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votes on new constitution
March 13, 2013
On Saturday Zimbabweans will go to the polls to approve
a new constitution that has been many years in the making, but
which some feel has not been worth the effort. The new constitution
will be the last major hurdle before the country can hold elections,
probably in late July.
That vote will once again
pit Robert Mugabe, now 89, and Morgan Tsvangirai against each other.
Mugabe shows no signs of having lost the taste for power, and Tsvangirai
has certainly shown that he appreciates its privileges. A splendid
mansion, shopping trips abroad, and amorous adventures seem evidence
of that. Even so, Tsvangirai is the only candidate who proposes
a new start, and the west has invested heavily in him. If he wins,
the country may indeed get its new start but if he loses the kind
of compromise coalition that South Africa's Thabo Mbeki negotiated
last time around may be impossible.
The new constitution
has no place for a prime minister – Tsvangirai's current position
– and the role of vice presidents is not suitable for powerful
or even influential personalities with demanding parties at their
The words of the UN secretary-general,
urging that last week's Kenyan elections should be "credible
and peaceful" have set a tone. No one is talking "free
and fair". If Zimbabwe's referendum on Saturday is credible
and peaceful, the UN, the Commonwealth, the southern African region
and many others will breathe a sigh of relief.
which is almost certain to be approved, is a curious document. In
some ways it resembles closely a draft that Mbeki's negotiators
put forward half a dozen years ago, the so-called Kariba draft,
as it was put to the Zimbabwean parties on a houseboat moored on
Lake Kariba. In others, it recognises some of the positive aspects
of the new Kenyan constitution and makes a faint-hearted but discernible
effort to enshrine citizen rights. The chief complaint, one made
consistently by civil society groups, is that the president retains
too much power.
Such power might well
be required by a victorious Tsvangirai to unite the country and
take it forwards, but the unspoken fear is that it will be a possible
licence for abuse by a triumphant Mugabe – who may be within
reach of a "credible and peaceful" victory which would
hardly be free and fair.
Having said that, the
powers of the president in the new constitution are not greater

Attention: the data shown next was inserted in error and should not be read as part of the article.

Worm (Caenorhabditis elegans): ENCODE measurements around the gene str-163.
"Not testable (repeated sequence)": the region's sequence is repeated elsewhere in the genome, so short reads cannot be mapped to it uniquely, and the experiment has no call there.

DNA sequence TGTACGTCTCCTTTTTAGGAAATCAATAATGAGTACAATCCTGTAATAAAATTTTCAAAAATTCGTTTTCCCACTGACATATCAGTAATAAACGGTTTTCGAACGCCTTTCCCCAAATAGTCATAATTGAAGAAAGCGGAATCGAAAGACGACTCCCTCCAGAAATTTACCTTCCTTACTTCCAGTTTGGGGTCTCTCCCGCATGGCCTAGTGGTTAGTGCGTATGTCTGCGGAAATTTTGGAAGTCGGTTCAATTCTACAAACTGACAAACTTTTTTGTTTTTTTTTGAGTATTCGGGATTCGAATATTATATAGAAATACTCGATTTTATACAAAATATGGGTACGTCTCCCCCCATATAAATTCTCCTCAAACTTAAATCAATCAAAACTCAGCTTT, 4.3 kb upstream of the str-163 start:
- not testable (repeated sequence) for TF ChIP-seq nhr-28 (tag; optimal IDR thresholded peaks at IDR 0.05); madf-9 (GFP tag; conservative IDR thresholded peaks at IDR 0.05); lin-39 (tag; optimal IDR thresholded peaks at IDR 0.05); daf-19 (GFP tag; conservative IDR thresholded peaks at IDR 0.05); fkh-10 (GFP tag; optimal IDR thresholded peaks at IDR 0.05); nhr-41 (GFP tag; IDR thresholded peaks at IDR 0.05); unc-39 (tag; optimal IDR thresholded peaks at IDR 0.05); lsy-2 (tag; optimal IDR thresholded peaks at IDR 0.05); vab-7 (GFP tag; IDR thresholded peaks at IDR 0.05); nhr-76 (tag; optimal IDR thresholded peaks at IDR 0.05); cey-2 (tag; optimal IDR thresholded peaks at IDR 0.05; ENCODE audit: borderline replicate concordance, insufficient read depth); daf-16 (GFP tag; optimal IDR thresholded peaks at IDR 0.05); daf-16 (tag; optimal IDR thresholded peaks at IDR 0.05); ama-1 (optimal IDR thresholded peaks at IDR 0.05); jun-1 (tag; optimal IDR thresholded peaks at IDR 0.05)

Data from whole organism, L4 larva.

than those granted in France. If the president dies in office, then
the right of the senior vice president to succeed and hold power
without election is just as it is in the United States.
But this is where the
constitution is a strange beast. It is clearly a document with last-minute
compromises embedded within it – including one that states
that if the president dies or stands down in the first 10 years
after its adoption, the succession would pass to a nominee of the
president's own party. This is seen as a safeguard for Mugabe's
Zanu-PF party but, even with this exceptional provision, it is not
likely Tsvangirai would be made senior vice president in a coalition
government dominated by Mugabe.
Behind the scenes, all
parties are talking about compromises, coalitions, immunities from
prosecution. The problem is that everyone wants to dominate any
coalition. And that's because no one is really certain who might
win. The most comprehensive polls, although with huge margins of
error, seem to favour Mugabe – even in a free and fair contest.
But that huge margin of error could work in many ways. Certainly
it could disguise a huge disillusionment within the electorate and
there may well be massive abstention or spoiling of ballots. With
this uncertainty about the margin of error, the fear is that Zanu-PF
will intimidate and rig again.
this weekend will attract a small vote. The weariness in the country
accepts that a compromise constitution is the best available. Whether
the electoral commission can conduct the referendum smoothly –
the country still has difficulty funding democratic exercises –
is the burning question. No one wants the March referendum to prefigure
a July election which is botched administratively rather than won
or lost peacefully, credibly, freely or fairly. In the meantime,
the Law Society
of Zimbabwe is right to say that there is something to celebrate
in the constitution. It provides an expansive Bill of Rights with
citizen capacities to enforce those rights in law. Gender rights
are very visible. Powers are clearly separated to protect the courts.
Such a constitution, with a government that observed it in good
faith, would be workable and a massive improvement. But the question
in today's Zimbabwe is precisely to do with good faith.
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